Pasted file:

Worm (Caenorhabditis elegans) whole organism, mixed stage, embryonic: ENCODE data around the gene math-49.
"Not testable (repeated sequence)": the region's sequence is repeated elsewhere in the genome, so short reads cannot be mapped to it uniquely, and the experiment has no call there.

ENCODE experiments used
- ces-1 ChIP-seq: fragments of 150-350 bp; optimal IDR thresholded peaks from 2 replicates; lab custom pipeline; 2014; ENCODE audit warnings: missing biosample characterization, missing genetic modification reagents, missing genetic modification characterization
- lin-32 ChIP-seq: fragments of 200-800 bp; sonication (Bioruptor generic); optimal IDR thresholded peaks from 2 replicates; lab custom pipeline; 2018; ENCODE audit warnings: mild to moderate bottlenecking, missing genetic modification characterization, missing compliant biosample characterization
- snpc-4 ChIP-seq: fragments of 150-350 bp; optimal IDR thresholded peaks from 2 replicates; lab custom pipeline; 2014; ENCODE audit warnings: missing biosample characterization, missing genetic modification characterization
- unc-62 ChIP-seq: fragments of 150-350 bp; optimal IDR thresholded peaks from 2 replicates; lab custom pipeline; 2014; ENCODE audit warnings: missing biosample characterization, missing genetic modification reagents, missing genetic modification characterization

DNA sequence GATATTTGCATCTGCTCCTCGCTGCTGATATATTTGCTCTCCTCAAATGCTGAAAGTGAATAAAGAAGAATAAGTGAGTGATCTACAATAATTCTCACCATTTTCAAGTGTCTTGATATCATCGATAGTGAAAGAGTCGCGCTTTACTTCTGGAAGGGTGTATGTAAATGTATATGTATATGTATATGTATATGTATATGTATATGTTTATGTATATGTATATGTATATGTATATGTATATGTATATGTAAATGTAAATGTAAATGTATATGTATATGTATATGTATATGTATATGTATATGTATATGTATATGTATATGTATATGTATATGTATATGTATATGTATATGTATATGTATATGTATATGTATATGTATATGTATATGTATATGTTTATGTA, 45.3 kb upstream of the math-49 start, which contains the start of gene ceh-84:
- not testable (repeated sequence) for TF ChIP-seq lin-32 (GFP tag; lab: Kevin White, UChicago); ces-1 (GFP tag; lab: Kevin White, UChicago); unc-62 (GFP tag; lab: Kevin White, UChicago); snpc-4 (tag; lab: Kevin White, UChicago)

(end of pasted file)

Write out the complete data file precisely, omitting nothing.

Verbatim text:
Worm (Caenorhabditis elegans) whole organism, mixed stage, embryonic: ENCODE data around the gene math-49.
"Not testable (repeated sequence)": the region's sequence is repeated elsewhere in the genome, so short reads cannot be mapped to it uniquely, and the experiment has no call there.

ENCODE experiments used
- ces-1 ChIP-seq: fragments of 150-350 bp; optimal IDR thresholded peaks from 2 replicates; lab custom pipeline; 2014; ENCODE audit warnings: missing biosample characterization, missing genetic modification reagents, missing genetic modification characterization
- lin-32 ChIP-seq: fragments of 200-800 bp; sonication (Bioruptor generic); optimal IDR thresholded peaks from 2 replicates; lab custom pipeline; 2018; ENCODE audit warnings: mild to moderate bottlenecking, missing genetic modification characterization, missing compliant biosample characterization
- snpc-4 ChIP-seq: fragments of 150-350 bp; optimal IDR thresholded peaks from 2 replicates; lab custom pipeline; 2014; ENCODE audit warnings: missing biosample characterization, missing genetic modification characterization
- unc-62 ChIP-seq: fragments of 150-350 bp; optimal IDR thresholded peaks from 2 replicates; lab custom pipeline; 2014; ENCODE audit warnings: missing biosample characterization, missing genetic modification reagents, missing genetic modification characterization

DNA sequence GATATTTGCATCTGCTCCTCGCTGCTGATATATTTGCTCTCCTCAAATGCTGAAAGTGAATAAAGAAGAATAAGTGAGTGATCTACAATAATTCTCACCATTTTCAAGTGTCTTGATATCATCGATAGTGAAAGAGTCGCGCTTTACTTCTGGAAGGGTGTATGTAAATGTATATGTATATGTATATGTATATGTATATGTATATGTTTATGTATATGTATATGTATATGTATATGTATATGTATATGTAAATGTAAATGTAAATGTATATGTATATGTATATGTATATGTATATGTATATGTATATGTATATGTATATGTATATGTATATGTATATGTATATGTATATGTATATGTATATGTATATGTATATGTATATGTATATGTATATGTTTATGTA, 45.3 kb upstream of the math-49 start, which contains the start of gene ceh-84:
- not testable (repeated sequence) for TF ChIP-seq lin-32 (GFP tag; lab: Kevin White, UChicago); ces-1 (GFP tag; lab: Kevin White, UChicago); unc-62 (GFP tag; lab: Kevin White, UChicago); snpc-4 (tag; lab: Kevin White, UChicago)